Think back to January and February in the New York City area—your mind will likely follow a frenzied and painful trail of -15 degree days and two-and-a-half-foot heapings of snow. Cars were buried to the point of true exhumation and kids were handed some generous 2-3 snow days in a row. The polar vortex kept us shriveled inside, dreading the inevitable trudge to the subway.
With summer now drawing to a close, people are mentally preparing for winter. For many, though, heating their NYC apartments during these freezing months is a battle. There are more than 200,000 claims of too-cold apartments every year across the city, resulting often in landlord-tenant disputes, unreliable data, and—frequently—unresolved issues of negligence.
At the technological forefront of such a crisis is Heat Seek NYC, a team that has put together temperature sensors and accompanying software (with an app!) that it intends to distribute to the neediest tenants of NYC, enabling them to fight their mistreatment with hard-hitting data.
The system will produce automatic temperature readings that are connected to a server and kept track of, in turn, by responsible landlords and struggling tenants, as well as by the lawyers and organizations that aim to protect them. The device, described by Gothamist as “essentially a web-enabled thermometer,” can send out alerts if the readings fall below a set level.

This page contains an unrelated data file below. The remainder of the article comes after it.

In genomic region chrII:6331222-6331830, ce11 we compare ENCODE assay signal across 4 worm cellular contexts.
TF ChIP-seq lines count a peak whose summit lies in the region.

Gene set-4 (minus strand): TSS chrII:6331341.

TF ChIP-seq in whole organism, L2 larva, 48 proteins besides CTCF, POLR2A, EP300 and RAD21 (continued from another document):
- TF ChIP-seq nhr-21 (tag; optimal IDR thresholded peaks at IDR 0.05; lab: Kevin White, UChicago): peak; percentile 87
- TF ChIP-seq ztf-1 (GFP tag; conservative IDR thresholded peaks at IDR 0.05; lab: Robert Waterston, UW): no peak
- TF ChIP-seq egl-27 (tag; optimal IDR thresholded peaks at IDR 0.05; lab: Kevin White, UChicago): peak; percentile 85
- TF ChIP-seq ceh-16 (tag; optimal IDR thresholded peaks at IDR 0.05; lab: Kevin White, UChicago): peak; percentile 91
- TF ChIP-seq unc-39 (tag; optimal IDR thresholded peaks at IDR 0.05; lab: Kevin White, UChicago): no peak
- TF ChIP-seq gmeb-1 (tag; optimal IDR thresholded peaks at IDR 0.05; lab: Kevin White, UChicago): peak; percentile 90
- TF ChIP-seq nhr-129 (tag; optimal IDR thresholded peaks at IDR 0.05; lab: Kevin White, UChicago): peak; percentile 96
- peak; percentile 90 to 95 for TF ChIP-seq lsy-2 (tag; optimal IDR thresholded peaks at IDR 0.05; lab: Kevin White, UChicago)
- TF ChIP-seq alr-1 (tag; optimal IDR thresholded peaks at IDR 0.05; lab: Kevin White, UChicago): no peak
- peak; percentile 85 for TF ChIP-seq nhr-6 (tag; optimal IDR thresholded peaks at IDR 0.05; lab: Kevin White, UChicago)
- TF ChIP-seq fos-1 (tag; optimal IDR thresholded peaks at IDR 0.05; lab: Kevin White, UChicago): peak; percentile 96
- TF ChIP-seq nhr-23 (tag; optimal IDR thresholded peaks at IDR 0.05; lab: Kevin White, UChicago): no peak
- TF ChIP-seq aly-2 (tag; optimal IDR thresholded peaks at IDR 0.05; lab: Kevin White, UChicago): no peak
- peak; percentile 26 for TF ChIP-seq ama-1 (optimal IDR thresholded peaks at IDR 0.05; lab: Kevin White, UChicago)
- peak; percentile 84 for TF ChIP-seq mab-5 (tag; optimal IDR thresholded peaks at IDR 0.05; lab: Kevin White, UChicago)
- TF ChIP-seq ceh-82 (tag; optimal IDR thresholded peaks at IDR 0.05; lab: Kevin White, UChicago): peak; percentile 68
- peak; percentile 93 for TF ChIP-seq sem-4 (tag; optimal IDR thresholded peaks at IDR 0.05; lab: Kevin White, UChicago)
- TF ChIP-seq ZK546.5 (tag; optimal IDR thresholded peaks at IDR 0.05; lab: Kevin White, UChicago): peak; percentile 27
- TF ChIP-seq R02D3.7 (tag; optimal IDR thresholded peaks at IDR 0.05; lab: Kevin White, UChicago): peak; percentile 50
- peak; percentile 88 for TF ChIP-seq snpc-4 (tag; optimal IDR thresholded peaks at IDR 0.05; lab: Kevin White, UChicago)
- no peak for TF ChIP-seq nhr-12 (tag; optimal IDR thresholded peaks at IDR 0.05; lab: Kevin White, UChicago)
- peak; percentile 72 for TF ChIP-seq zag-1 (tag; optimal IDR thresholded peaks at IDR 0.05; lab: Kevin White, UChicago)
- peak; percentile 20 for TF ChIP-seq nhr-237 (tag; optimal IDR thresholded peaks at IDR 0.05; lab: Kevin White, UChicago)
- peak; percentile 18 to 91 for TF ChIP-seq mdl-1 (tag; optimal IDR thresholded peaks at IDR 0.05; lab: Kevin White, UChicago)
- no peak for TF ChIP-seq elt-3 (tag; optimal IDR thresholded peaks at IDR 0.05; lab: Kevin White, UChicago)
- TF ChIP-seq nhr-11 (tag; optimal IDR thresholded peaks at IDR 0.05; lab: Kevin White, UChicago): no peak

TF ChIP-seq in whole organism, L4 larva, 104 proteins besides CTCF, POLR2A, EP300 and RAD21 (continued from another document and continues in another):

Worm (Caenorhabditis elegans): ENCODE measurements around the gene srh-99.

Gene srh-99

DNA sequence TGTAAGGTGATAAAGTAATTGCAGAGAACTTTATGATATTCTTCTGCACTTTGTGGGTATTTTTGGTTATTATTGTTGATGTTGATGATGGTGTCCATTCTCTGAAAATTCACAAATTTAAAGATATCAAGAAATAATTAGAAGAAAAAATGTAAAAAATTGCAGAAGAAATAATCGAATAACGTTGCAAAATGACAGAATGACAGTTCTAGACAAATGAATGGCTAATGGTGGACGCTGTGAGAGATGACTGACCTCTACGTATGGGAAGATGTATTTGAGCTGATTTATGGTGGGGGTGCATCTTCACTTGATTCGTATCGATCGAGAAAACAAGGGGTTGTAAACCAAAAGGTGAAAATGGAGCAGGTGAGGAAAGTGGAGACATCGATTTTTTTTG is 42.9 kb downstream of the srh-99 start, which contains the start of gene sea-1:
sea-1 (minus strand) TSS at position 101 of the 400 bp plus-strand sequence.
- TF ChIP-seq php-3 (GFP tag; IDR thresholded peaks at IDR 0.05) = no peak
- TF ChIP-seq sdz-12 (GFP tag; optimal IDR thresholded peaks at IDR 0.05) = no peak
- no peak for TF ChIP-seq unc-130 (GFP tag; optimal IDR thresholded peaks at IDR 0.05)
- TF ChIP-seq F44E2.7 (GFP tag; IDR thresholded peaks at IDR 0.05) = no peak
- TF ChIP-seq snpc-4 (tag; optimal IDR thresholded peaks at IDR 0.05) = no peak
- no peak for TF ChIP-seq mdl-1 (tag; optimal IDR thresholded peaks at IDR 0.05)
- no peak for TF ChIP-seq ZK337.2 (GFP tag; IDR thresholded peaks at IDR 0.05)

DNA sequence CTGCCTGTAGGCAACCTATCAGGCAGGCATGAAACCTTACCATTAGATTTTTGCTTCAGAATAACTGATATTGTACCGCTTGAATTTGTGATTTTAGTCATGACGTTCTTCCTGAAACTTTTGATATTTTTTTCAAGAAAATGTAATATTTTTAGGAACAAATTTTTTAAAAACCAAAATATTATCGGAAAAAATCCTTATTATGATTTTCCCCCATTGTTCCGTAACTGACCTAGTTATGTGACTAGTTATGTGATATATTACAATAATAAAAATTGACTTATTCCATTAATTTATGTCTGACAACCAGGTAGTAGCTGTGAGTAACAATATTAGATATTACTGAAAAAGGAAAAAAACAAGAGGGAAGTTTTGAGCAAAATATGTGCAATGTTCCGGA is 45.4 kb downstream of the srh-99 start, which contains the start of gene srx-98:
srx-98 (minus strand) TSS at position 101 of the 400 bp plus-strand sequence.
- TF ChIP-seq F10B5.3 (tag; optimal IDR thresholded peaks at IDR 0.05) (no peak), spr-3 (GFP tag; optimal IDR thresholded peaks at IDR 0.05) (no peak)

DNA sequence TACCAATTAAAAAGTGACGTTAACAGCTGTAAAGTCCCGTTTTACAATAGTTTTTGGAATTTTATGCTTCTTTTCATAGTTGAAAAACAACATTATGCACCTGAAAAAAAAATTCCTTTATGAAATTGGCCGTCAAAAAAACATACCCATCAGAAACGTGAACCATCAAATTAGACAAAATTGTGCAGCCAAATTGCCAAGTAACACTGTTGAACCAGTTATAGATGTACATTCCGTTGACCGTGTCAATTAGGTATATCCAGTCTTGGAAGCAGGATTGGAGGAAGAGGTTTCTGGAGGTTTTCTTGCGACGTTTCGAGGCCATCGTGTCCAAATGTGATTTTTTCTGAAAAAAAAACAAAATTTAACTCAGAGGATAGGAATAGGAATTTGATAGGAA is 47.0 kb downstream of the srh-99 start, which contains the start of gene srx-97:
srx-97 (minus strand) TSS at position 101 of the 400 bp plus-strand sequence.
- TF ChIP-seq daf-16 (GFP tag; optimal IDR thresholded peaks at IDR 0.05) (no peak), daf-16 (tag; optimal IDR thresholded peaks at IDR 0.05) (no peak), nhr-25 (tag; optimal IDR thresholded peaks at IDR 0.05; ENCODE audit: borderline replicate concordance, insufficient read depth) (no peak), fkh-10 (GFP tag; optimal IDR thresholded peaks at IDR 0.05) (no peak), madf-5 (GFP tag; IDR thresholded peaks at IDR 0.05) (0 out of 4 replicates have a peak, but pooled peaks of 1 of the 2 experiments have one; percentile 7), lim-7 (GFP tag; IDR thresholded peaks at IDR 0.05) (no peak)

The team’s Kickstarter states that their mission is “to revolutionize the way housing courts handle heating code violations in New York City.” Heat Seek NYC has already partnered with groups such as the Urban Justice Center and CASA (Community Action for Safe Apartments), who will help them in the process of distributing and implementing the Heat Seek sensors.
And, according to their Kickstarter’s proposed plan for the coming months, the company intends to distribute these devices by this October and “resolve multiple housing court cases” by next Spring. To achieve this, they hope to raise at least $50,000, enough to provide 1,000 tenants with sensors that will potentially transform their winters.